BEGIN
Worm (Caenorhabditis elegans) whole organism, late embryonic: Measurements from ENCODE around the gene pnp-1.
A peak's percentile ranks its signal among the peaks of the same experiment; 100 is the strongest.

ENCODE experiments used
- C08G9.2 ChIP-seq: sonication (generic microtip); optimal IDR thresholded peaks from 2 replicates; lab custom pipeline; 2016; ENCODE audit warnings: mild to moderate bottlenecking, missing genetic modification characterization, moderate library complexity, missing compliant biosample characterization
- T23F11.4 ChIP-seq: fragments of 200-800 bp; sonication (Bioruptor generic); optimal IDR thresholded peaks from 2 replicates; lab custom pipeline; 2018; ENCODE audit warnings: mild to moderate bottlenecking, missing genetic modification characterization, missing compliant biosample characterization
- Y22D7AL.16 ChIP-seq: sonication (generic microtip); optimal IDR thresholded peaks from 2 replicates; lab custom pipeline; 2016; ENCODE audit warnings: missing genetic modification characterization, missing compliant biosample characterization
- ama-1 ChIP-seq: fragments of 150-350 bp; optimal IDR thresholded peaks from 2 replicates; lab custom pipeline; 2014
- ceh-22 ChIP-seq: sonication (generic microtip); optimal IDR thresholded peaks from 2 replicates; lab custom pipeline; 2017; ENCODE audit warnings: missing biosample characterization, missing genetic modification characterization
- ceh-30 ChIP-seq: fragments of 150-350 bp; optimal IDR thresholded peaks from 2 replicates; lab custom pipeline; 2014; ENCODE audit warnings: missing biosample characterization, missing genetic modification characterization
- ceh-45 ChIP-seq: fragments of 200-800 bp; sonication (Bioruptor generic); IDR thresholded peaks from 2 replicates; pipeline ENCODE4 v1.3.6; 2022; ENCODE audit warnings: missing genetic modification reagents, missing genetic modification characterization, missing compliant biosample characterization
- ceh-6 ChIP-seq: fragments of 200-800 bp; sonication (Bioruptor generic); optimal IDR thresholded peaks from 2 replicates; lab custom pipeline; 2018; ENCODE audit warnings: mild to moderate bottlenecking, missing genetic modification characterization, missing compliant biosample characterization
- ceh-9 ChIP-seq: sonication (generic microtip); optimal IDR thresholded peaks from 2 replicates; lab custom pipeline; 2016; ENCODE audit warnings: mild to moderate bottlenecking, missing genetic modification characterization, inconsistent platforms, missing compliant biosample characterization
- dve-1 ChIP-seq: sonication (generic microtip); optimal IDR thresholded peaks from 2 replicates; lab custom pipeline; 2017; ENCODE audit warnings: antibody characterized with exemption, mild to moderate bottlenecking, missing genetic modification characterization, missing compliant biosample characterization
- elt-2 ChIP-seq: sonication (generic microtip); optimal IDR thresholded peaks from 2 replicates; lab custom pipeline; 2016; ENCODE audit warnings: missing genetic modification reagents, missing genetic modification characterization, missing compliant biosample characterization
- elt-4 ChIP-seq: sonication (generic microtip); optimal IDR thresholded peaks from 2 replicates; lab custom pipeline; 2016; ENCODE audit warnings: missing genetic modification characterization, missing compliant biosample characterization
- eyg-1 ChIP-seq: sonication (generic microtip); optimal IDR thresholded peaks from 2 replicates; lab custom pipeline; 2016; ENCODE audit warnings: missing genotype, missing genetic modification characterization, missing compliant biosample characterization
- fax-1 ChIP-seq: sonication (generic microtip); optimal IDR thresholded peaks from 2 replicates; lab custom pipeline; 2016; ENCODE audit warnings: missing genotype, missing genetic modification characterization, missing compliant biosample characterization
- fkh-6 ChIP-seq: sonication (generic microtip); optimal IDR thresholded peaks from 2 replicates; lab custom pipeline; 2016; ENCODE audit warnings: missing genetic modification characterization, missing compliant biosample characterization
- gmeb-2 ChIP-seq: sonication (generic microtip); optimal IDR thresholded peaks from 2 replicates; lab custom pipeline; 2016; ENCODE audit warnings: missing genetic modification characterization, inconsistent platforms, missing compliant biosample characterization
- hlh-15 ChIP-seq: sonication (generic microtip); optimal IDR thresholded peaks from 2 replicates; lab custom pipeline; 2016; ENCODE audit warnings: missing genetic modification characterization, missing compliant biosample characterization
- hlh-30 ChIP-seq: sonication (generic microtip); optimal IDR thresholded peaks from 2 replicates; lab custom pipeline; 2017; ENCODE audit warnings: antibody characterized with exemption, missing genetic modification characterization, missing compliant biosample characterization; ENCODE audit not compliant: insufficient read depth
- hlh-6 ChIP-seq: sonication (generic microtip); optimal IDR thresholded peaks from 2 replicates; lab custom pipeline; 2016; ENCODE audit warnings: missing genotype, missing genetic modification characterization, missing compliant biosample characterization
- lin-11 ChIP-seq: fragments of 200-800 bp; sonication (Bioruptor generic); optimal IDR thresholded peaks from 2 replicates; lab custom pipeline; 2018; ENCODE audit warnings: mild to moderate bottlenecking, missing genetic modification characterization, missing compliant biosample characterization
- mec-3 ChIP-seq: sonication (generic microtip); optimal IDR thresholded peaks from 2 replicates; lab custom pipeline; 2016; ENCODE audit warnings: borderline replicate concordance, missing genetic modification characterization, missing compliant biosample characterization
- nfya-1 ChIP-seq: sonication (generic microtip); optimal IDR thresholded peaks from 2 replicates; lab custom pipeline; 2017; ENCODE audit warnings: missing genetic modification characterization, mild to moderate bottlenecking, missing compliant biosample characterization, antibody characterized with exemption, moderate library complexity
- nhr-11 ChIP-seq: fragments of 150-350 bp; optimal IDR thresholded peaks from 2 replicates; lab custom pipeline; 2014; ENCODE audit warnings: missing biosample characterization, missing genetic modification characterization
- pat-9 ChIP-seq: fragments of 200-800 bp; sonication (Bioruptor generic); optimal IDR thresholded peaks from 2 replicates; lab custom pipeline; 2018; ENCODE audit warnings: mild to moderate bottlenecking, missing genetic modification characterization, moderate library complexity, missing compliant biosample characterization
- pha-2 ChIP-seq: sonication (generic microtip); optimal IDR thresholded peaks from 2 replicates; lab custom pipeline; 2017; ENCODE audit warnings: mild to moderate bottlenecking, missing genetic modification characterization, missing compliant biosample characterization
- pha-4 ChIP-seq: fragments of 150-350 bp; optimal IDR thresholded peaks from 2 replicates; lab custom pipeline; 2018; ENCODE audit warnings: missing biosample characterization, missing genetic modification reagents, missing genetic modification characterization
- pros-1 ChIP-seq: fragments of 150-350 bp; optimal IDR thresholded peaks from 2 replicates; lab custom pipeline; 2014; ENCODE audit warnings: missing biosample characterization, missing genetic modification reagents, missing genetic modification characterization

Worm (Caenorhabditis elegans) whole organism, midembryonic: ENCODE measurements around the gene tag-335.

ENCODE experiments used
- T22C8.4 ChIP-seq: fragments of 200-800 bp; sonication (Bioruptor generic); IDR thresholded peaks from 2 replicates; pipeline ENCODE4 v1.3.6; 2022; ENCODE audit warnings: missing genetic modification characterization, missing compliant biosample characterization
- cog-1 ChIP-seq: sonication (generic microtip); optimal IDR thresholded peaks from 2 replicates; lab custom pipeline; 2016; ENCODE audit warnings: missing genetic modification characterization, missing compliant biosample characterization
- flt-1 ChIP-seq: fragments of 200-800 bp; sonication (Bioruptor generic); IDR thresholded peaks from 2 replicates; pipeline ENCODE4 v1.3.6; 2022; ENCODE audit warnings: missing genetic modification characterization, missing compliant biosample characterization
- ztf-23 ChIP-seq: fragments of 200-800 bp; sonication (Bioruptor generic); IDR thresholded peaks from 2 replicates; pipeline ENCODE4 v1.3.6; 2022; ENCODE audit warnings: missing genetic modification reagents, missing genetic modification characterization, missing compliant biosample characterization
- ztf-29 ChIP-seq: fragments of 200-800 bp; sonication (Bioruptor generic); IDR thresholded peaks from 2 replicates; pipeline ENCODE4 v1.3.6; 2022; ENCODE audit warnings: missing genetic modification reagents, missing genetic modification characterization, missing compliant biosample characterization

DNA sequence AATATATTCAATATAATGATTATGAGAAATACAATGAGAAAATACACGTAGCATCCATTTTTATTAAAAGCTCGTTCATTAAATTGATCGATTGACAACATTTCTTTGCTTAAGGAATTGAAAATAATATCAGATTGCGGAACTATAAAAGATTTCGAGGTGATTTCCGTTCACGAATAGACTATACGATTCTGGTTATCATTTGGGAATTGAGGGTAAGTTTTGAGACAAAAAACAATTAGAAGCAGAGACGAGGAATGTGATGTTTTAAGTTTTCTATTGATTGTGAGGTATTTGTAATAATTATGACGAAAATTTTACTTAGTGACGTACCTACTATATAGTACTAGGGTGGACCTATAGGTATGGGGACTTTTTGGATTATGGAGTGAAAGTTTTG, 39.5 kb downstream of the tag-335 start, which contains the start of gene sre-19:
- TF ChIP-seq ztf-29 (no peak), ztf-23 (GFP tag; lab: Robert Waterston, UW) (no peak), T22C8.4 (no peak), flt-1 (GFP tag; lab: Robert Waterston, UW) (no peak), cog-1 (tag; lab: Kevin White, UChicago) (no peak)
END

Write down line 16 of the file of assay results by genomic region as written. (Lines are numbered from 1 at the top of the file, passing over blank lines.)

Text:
- eyg-1 ChIP-seq: sonication (generic microtip); optimal IDR thresholded peaks from 2 replicates; lab custom pipeline; 2016; ENCODE audit warnings: missing genotype, missing genetic modification characterization, missing compliant biosample characterization